I took a trip to Capital One today to send two wire transfers off to Mumbai to begin our second attempt at surrogacy. After quite a few emails back and forth with the clinic, all of our questions were answered about what to expect during a second try. Unfortunately (and I know this is going to sound awful), we have no way of ever knowing what happened with the first attempt or if an attempt was even made. After freezing two sperm samples, Josh and I left the country, so for all we know, the first attempt was never completed and this is a way to squeeze a little more money out of us. I did receive copies of the hormone test results from the clinic, but a document like that is very easy to replicate and without having seen the actual implantation of the embryos, it’s a large leap of faith to simply send another round of cash out into the world.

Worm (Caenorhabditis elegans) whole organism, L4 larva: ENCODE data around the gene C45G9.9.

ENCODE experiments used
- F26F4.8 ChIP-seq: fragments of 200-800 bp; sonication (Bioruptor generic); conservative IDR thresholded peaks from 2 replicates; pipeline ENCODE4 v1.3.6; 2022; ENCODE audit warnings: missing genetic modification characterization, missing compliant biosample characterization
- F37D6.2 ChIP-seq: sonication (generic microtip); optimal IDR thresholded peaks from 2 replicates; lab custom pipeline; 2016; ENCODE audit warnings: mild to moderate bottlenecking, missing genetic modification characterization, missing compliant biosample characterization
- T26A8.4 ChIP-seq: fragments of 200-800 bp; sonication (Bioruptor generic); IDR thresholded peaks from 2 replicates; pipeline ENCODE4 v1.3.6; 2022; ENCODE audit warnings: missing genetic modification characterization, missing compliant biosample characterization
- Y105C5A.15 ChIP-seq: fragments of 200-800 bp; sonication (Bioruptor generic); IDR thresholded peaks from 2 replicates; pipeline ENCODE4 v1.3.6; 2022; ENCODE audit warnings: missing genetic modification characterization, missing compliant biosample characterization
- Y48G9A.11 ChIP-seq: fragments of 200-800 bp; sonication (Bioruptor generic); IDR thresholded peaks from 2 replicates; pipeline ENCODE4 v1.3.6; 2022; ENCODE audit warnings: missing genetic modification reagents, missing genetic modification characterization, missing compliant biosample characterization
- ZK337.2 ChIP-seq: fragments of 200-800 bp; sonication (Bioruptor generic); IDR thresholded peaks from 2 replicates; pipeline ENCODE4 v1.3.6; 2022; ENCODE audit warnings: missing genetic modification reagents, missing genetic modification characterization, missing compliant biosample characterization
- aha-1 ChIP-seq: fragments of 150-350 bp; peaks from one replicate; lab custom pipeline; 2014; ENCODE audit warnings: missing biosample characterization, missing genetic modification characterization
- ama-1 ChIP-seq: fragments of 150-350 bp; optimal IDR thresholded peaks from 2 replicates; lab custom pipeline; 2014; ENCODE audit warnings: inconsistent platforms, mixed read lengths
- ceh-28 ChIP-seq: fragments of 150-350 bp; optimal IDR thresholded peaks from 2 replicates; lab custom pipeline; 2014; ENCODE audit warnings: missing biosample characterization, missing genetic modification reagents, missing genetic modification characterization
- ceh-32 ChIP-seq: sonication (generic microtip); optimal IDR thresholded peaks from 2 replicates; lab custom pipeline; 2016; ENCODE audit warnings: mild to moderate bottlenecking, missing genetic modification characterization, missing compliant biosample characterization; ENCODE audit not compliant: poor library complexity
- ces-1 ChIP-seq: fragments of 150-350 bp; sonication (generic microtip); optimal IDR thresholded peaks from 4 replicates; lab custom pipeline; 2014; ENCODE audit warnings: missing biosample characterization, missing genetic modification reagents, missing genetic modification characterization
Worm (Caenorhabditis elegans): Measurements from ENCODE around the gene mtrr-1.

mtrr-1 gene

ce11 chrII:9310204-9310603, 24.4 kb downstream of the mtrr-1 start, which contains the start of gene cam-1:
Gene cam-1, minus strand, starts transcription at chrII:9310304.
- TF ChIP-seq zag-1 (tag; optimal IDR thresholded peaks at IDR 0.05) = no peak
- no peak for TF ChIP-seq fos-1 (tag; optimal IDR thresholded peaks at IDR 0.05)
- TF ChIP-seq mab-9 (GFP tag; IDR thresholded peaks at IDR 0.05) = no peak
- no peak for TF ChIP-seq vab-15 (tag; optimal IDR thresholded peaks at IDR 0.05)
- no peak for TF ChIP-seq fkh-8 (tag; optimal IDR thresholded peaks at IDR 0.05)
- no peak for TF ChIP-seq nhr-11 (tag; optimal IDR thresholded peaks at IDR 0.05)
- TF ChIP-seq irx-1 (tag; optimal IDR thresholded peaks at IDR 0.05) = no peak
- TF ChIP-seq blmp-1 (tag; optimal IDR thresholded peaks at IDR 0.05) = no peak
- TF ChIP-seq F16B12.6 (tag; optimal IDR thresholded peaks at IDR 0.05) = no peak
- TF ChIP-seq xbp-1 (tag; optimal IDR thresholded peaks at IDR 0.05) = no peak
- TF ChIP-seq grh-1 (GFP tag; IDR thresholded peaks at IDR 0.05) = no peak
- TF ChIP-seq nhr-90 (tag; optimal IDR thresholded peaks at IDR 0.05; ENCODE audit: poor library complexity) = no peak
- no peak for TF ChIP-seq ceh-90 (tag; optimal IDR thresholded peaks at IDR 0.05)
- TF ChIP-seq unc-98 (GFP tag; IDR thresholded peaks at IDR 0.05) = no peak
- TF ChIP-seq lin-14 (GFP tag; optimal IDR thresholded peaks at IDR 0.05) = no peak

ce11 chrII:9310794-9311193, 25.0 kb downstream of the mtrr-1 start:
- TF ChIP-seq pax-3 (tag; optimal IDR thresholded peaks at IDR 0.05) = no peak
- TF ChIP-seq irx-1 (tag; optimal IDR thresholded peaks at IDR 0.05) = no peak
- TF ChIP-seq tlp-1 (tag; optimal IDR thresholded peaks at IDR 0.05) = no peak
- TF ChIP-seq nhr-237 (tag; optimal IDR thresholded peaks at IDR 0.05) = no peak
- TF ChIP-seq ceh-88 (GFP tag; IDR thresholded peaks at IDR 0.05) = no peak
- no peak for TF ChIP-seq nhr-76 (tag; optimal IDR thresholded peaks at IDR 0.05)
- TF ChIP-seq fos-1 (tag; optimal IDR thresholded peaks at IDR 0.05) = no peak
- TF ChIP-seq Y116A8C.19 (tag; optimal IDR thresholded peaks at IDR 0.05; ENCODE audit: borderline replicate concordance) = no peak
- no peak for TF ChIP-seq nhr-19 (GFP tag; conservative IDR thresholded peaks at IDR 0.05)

If I hadn’t gone to the clinic in person and met with the surrogate, the lawyer, and the doctor, I would be extremely nervous about this. I absolutely trust that Rotunda has our best interests in mind, which is why we agreed to follow their protocols and work with a new surrogate as well as a new egg donor. The rationale behind this is that either of those factors could have been what prevented the first pregnancy, so the best odds are keeping the sperm the same and changing up all other variables.
Surrogacy abroad is not for those who can’t handle stress. This transfer has put our total spend over 20k so far including travel, legal fees, passport visa fees, and two attempts. In the US, we would have clear guidelines to follow and our money would not be tracked via email with rounded international conversions treated as full payment. In the US, if our deposit was a penny short, the computer would freeze things and we would have to resolve the issue. Everything is negotiable in India, and we have tried to get used to the more laid back culture when conducting business.